How much time is spent in your classroom spent THINKING?
When we give students time to THINK, then they can process their ideas. So often, teachers rush to move on. Students can’t always move that fast! Many brains need time whether it is to answer a question, THINK about a text or to THINK about a math equation. I hate that I cannot remember where I found the graphic below because it is great! I believe tells us so much. If you know, please leave a comment so I can give them credit.
If we think about ourselves, how frequently do we wish that we had THOUGHT before we spoke? We need to give that same courtesy and teach that ability to our students.
This past week, I was reviewing assessment-taking strategies with 6th graders. During two- 35 minute sessions, four students raised their hands before I had even said the main idea of my question. We have indirectly trained our kids to answer right away. And THINK about this puzzling question: We wonder why students don’t put the pieces together in our content! The simple answer is they can’t because they haven’t had time to THINK.
We do have to remind our students to pause to use their brains. Like I wrote above — these boys and girls — were eager to participate even though they didn’t know the specifics of what they were going to have to answer. For many years when I was carrying a full-load of 5 classes a day and 120-135 students, there were two signs in big bold letters: Reading is THINKING. Writing is THINKING. The signs weren’t there for show; I used them as a frequent message.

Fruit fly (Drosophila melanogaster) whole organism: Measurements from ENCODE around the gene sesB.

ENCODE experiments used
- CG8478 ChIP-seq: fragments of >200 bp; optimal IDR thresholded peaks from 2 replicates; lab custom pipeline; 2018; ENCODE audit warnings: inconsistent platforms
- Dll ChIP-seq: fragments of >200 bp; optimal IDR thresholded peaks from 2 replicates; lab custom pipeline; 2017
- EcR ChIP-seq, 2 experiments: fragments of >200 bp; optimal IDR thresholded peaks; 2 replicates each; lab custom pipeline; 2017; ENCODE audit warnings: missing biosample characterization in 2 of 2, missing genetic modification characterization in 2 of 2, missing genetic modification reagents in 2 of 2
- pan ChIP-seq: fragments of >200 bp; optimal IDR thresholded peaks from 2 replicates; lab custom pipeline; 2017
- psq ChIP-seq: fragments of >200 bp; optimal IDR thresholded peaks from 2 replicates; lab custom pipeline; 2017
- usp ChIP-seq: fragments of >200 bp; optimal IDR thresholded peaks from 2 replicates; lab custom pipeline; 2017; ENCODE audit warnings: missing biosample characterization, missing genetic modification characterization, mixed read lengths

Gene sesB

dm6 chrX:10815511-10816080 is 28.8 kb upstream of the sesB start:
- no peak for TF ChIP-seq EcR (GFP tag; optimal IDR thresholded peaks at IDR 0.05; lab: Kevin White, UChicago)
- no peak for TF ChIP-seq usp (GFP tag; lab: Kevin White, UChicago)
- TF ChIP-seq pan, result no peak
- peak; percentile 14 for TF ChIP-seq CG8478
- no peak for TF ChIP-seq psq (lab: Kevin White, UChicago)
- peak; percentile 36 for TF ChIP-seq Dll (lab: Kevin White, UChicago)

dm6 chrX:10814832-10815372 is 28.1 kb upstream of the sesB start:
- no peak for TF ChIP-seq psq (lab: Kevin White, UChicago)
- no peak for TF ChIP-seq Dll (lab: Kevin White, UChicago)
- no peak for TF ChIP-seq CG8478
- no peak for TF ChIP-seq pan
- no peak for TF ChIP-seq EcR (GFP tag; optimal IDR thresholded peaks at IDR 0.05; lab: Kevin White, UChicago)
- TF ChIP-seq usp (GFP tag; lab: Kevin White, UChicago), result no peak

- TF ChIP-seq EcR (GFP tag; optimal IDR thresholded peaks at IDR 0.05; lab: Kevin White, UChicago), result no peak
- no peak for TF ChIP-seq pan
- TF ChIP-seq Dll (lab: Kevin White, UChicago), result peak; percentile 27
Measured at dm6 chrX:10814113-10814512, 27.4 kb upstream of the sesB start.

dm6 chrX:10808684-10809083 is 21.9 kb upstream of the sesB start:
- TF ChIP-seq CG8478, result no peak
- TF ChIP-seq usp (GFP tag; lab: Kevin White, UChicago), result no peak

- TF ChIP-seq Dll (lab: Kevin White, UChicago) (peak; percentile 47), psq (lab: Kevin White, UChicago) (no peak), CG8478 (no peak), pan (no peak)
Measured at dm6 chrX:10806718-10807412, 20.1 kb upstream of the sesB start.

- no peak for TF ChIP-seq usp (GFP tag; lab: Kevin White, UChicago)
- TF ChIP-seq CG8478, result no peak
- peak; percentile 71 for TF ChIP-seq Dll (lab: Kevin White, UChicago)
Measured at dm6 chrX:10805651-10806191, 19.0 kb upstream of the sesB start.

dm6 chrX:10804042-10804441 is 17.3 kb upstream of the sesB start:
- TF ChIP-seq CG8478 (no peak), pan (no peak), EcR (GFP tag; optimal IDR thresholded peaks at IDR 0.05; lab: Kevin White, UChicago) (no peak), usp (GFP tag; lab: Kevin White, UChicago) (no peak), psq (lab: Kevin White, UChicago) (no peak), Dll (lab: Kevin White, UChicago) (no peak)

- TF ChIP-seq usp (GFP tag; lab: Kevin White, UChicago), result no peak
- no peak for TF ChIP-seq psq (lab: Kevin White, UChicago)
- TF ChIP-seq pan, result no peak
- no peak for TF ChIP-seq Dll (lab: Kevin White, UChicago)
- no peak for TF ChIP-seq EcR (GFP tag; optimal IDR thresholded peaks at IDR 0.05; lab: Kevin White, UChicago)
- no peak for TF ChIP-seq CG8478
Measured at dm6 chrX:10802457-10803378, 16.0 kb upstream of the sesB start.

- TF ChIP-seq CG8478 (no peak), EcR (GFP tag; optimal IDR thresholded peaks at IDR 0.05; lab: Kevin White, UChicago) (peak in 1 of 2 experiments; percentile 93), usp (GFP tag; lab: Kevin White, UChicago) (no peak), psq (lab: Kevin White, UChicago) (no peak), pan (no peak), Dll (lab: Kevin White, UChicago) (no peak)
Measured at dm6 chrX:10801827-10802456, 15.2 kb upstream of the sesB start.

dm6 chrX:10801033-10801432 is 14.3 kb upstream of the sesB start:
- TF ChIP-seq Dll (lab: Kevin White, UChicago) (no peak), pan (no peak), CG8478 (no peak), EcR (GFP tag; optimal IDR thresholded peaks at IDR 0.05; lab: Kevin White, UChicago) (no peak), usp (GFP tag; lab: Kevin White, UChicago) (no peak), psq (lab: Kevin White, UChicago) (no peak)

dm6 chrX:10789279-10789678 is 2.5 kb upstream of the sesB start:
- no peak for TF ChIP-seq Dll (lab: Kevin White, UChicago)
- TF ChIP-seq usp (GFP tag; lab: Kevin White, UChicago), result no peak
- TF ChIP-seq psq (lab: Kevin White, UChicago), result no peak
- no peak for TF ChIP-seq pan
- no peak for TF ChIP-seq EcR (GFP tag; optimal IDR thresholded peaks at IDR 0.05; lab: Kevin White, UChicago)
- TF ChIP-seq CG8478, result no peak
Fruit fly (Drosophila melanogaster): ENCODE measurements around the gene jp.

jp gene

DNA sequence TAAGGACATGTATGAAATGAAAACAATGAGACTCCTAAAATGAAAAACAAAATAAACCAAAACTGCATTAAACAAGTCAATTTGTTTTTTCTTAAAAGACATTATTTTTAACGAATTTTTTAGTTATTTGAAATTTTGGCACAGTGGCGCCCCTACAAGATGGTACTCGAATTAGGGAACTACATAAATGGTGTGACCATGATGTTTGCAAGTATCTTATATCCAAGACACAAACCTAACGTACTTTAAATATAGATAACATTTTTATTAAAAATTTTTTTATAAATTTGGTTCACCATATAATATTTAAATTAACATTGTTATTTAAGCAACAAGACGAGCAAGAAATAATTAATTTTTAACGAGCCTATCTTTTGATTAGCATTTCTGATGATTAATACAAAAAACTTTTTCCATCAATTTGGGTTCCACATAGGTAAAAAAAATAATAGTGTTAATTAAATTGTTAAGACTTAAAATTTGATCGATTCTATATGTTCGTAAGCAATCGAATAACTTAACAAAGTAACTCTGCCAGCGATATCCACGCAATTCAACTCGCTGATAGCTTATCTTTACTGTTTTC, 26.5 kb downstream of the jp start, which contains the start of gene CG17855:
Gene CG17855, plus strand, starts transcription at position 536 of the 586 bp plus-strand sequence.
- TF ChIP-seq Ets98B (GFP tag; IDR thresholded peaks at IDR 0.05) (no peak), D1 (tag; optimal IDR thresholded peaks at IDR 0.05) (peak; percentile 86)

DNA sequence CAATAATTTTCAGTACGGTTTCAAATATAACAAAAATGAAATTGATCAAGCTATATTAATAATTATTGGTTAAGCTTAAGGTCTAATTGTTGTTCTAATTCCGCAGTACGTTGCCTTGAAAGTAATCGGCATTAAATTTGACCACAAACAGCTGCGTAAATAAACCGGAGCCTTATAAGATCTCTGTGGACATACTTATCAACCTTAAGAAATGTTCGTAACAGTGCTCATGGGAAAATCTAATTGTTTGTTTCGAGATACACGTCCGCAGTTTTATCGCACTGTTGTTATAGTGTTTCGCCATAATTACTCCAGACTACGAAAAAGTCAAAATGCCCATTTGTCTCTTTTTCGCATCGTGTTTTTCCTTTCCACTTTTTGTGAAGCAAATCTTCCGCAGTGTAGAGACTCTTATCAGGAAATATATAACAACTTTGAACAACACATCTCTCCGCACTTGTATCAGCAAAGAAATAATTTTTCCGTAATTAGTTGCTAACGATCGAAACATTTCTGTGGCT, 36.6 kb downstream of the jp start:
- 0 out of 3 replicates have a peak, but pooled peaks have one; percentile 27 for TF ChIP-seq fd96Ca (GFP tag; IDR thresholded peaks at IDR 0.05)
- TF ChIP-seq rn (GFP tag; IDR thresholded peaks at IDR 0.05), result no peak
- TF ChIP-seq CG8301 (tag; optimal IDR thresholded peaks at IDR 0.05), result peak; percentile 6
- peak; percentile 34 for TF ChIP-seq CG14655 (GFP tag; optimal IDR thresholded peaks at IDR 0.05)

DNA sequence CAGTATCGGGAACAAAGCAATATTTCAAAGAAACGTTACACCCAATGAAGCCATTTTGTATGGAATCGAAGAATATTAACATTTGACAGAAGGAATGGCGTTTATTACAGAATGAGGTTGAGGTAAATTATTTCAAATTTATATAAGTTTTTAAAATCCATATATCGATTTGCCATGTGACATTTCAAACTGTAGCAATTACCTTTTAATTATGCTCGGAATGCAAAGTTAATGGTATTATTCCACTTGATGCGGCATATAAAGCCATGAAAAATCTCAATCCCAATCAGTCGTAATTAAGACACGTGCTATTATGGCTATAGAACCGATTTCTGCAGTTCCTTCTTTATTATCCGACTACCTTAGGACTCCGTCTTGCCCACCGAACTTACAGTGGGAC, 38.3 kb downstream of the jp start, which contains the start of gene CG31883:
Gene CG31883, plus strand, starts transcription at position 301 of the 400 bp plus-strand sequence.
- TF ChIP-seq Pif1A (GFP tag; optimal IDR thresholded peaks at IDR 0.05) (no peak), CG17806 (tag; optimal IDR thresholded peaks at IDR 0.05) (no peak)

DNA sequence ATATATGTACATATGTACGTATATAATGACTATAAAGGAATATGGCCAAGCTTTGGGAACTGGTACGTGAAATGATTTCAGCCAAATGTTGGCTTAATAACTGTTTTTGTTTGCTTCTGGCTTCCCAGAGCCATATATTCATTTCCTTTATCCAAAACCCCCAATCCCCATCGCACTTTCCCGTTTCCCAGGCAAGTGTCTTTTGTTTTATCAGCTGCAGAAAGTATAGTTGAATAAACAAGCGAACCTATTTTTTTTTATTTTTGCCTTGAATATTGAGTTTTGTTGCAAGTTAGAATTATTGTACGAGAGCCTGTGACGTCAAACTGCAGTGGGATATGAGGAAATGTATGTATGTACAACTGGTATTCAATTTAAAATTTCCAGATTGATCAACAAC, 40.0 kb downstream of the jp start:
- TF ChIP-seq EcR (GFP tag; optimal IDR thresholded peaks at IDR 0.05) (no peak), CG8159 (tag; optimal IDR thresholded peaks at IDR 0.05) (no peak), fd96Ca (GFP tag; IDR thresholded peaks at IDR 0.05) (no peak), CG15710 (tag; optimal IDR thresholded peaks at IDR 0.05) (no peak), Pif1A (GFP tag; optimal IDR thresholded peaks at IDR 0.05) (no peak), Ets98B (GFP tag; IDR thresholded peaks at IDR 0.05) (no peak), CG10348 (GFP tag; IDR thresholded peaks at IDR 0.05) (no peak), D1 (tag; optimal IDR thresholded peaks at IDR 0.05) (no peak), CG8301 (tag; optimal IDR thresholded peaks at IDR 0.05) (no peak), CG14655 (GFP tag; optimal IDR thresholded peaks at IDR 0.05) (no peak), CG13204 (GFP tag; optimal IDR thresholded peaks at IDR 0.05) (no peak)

Before asking a question, I remind my students not to raise their hands until I ask them to THINK about my question or statement. When hands are up, students already have an idea in their minds; they are not THINKING. When hands are up, they believe they know the answer to the puzzle we are asking. They can’t put the pieces together because they haven’t THOUGHT.
I have believed in THINKING for a long time because I was one of those learners who could not answer right away. I was intimidated by questions. And because of my auditory processing, lots of times I hadn’t even heard or had misheard the question being asked. Therefore, how could I answer the question right away? I needed time to THINK! Usually I had to figure out the puzzle of what had been asked and then put the pieces together. I wasn’t a strong student and was told that many times. The longer I took to answer the more impatient my teachers became. The instructors didn’t give me time to THINK which I needed.
Don’t be that restless teacher that is eager for an immediate answer so you can move on. In the long run, the information stays with the student when they have the opportunity to THINK.
So the next time you are in front of the class, whether you working with a small group, or conferencing one-on-one — give the student time to THINK. It will take practice and retraining those arms and hands that want to pop into the air. But it is worth it. You will be amazed that although you might not see immediate improvement, over time, you will see great results.